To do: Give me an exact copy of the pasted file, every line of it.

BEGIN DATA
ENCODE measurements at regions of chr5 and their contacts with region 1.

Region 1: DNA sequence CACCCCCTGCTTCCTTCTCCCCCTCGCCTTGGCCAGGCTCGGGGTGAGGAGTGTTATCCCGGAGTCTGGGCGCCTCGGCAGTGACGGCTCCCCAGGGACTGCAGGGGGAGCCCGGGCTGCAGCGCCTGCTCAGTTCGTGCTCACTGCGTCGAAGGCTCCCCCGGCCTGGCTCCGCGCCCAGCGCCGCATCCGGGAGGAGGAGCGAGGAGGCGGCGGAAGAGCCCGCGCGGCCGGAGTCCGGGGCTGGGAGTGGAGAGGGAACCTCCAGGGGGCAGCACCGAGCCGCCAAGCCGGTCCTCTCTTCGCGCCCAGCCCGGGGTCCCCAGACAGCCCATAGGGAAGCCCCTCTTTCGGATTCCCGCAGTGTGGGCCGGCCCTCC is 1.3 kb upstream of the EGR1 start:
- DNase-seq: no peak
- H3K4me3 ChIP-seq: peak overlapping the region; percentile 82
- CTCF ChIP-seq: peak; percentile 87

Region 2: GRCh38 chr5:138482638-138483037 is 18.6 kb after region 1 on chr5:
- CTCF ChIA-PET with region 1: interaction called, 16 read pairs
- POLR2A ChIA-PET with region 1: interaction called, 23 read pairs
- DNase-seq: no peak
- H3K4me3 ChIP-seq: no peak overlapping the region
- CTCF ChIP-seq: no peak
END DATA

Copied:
ENCODE measurements at regions of chr5 and their contacts with region 1.

Region 1: DNA sequence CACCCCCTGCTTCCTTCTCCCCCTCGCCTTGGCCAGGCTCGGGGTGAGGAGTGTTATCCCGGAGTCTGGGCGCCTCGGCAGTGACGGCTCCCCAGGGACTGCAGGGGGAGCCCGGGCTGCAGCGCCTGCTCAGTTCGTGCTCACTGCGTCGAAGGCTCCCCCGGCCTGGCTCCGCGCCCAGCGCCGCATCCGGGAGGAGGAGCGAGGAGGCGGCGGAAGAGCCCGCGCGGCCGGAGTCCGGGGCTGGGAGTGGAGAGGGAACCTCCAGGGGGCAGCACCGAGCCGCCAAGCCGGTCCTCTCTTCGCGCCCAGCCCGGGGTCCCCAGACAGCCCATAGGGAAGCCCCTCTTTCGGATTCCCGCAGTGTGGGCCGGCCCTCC is 1.3 kb upstream of the EGR1 start:
- DNase-seq: no peak
- H3K4me3 ChIP-seq: peak overlapping the region; percentile 82
- CTCF ChIP-seq: peak; percentile 87

Region 2: GRCh38 chr5:138482638-138483037 is 18.6 kb after region 1 on chr5:
- CTCF ChIA-PET with region 1: interaction called, 16 read pairs
- POLR2A ChIA-PET with region 1: interaction called, 23 read pairs
- DNase-seq: no peak
- H3K4me3 ChIP-seq: no peak overlapping the region
- CTCF ChIP-seq: no peak